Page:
LA's Sustainability Committee Accelerates Clean Air Progress at the Port of Los Angeles
Sustainable Freight Advisory Committee identifies concrete steps to increase zero emission vehicles and equipment at the Port
SAN PEDRO, Calif. — July 11, 2017 — The Port of Los Angeles is expanding demonstration projects to test zero and near-zero emission trucks and cargo handling equipment, thanks to a series of recommendations developed over the past year by the Sustainable Freight Advisory Committee. The Port is also collaborating more closely with its sister agency, the Los Angeles Department of Water and Power, to expedite clean tech infrastructure, as a result of the committee’s work.
Established by Los Angeles Mayor Eric Garcetti, the 10-member board of industry labor, environmental, government and community leaders recently completed its one-year assignment to recommend specific strategies for speeding up clean air progress at the nation’s busiest container port while balancing its commercial and economic viability. Committee members met on June 28, 2017, to deliver its final report to Mayor Garcetti and Port Executive Director Gene Seroka and offer to continue their work.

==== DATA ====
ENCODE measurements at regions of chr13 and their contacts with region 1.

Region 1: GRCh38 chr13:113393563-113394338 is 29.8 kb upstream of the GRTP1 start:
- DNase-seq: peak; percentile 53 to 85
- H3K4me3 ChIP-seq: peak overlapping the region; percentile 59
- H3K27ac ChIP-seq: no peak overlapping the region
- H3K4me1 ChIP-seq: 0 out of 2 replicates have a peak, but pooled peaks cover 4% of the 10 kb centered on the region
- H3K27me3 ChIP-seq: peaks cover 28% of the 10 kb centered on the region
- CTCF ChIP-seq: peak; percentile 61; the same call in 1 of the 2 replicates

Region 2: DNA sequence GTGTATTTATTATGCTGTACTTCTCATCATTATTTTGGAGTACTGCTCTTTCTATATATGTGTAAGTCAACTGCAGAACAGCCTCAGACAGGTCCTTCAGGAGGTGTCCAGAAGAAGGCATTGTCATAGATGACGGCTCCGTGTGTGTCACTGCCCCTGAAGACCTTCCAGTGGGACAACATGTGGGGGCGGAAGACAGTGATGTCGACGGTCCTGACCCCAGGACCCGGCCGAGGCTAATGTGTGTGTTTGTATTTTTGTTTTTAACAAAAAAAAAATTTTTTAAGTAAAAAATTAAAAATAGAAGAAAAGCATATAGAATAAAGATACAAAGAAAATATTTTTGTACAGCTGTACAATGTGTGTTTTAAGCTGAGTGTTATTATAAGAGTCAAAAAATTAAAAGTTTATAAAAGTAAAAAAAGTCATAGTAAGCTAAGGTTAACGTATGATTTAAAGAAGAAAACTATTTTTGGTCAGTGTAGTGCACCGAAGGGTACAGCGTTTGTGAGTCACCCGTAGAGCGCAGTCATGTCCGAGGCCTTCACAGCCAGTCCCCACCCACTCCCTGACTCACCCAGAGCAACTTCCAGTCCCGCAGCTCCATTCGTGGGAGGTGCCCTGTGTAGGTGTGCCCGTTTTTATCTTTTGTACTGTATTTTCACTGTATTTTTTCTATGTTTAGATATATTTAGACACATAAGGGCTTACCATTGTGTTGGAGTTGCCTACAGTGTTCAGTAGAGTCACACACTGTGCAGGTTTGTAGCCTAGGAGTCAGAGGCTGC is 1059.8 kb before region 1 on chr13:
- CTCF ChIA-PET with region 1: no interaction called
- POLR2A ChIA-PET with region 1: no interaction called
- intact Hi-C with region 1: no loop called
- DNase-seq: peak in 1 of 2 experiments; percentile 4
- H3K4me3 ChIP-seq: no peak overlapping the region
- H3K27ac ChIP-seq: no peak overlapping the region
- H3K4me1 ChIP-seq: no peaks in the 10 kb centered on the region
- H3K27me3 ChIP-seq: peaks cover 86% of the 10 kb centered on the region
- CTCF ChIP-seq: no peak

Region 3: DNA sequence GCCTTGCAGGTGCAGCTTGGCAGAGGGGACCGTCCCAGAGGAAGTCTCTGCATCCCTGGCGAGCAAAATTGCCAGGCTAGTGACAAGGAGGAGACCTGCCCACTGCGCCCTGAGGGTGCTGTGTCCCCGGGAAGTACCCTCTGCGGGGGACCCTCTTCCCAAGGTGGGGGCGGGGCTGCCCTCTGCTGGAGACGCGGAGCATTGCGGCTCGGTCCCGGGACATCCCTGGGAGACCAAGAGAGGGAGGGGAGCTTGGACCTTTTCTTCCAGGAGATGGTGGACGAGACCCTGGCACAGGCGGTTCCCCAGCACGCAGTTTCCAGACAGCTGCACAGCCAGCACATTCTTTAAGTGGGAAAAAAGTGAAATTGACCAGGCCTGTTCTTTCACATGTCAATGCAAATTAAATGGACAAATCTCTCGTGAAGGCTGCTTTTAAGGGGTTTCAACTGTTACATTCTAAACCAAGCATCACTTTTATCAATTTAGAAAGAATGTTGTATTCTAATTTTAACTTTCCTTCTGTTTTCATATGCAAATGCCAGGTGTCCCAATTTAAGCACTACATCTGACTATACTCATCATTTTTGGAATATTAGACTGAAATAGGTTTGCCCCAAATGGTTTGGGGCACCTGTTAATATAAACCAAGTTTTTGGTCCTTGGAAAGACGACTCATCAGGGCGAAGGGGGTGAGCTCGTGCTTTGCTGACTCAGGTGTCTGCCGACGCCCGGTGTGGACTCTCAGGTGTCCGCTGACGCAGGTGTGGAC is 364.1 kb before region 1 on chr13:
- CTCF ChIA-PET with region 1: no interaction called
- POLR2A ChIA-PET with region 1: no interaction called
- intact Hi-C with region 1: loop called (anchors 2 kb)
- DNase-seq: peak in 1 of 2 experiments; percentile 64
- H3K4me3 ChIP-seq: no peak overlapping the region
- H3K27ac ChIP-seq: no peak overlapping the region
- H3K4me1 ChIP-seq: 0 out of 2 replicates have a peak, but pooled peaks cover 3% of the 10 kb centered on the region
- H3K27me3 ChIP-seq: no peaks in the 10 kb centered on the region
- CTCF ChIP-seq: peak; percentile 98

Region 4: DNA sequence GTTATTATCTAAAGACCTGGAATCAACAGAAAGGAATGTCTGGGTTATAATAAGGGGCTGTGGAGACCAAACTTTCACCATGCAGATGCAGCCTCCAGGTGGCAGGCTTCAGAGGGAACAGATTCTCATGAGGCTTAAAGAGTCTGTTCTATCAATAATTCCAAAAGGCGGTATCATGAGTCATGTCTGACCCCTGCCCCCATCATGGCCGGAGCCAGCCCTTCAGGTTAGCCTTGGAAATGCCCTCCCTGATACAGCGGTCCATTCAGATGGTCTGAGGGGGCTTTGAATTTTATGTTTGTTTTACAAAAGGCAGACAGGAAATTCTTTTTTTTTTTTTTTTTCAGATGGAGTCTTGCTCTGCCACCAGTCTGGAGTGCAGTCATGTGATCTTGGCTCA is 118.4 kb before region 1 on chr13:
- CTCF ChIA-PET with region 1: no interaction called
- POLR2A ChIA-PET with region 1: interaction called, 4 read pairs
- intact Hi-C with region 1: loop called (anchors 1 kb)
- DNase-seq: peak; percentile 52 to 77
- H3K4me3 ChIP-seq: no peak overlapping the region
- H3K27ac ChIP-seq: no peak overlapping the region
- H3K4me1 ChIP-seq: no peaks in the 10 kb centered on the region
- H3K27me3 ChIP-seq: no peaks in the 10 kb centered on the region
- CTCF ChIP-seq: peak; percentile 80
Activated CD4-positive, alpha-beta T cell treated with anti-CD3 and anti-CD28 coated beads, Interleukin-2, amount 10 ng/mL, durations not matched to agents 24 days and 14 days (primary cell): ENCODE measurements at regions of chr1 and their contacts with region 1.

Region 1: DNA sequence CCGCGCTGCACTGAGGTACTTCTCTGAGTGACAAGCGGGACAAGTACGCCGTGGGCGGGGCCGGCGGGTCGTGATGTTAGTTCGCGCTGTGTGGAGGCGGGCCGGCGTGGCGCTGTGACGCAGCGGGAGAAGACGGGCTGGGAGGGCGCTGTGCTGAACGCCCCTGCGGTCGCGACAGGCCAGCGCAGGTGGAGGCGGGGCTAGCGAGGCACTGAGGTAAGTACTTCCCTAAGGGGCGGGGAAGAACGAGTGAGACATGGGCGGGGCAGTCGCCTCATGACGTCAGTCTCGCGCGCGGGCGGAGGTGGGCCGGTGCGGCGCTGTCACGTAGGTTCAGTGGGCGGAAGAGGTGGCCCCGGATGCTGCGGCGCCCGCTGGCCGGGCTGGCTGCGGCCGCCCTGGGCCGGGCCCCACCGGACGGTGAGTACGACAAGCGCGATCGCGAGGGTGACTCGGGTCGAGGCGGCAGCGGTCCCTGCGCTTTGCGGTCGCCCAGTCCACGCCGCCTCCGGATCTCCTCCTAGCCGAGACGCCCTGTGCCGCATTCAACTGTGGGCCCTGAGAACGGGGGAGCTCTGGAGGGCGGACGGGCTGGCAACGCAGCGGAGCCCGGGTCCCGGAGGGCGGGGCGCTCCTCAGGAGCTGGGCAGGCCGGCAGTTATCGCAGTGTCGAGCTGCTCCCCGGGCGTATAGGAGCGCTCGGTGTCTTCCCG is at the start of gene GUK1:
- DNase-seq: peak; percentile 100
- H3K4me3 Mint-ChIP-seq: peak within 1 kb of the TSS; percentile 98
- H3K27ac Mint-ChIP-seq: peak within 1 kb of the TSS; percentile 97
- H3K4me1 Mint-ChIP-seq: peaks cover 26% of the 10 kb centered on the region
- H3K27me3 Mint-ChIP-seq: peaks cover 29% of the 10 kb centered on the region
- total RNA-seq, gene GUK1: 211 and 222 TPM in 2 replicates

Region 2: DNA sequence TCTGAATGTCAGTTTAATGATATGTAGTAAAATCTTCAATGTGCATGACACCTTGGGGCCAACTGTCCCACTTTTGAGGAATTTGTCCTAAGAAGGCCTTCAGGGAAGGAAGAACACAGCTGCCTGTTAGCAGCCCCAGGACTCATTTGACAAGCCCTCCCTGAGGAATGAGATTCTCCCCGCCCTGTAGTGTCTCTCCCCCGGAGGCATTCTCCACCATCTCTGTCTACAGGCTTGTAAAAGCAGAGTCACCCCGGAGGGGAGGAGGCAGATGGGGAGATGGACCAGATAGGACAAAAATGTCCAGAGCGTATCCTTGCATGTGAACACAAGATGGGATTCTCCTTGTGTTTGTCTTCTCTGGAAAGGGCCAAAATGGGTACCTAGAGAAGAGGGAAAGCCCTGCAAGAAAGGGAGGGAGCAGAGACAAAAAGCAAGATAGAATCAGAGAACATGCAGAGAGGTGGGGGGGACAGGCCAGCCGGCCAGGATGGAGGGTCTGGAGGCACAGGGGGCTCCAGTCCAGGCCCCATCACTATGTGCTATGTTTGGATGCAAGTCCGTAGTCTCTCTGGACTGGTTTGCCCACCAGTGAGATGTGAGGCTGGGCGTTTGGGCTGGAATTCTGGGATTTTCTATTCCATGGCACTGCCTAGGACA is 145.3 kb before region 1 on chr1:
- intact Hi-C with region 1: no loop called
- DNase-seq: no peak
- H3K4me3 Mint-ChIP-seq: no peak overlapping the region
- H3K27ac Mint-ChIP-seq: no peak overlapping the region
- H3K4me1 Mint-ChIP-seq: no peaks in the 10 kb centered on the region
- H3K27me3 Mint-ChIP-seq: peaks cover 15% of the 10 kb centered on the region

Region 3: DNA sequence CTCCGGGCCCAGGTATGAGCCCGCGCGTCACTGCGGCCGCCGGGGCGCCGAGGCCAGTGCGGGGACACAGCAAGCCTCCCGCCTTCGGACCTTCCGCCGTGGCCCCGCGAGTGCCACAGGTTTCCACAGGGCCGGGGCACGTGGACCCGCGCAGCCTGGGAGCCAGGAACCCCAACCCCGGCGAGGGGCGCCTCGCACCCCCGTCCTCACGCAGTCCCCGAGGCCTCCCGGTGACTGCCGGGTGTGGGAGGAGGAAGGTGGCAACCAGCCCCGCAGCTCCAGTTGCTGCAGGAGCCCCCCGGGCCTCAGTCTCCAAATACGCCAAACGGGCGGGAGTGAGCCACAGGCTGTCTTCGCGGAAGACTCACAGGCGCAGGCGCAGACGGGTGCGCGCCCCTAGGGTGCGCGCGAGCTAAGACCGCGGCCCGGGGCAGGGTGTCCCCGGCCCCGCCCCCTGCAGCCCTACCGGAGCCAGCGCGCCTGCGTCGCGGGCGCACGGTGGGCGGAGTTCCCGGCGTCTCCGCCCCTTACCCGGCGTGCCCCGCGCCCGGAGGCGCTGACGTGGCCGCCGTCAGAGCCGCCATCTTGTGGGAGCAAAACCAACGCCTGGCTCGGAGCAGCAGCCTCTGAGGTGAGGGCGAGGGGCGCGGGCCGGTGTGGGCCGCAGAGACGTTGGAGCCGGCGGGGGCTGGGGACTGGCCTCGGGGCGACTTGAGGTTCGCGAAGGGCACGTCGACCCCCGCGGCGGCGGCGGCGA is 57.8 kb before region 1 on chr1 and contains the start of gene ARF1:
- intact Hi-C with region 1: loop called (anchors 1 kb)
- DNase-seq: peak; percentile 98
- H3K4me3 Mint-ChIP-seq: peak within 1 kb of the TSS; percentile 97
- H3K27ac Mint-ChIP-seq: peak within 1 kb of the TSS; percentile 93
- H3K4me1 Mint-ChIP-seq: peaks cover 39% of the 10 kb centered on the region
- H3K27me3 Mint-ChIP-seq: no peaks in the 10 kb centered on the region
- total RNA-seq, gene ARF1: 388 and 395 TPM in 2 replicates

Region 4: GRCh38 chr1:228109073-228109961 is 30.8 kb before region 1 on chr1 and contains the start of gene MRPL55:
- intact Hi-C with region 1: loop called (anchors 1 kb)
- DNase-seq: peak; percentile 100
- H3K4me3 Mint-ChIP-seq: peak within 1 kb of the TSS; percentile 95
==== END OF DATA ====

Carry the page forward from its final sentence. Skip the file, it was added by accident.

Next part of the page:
“This moment demands that we find innovative ways to reduce emissions at our port as quickly as possible — and that’s exactly why I brought the Sustainable Freight Advisory Committee together,” said Mayor Garcetti. “This group has embraced a difficult challenge with open arms, and its recommendations are important steps that bring us closer to our ambitious yet achievable goal of zero emissions at the Port of L.A.”
“The committee’s work is already shaping policy and strengthening current zero emission demonstration projects at our terminals,” said Port Executive Director Gene Seroka. “The recommendations are also a timely contribution to our update of the Clean Air Action Plan.”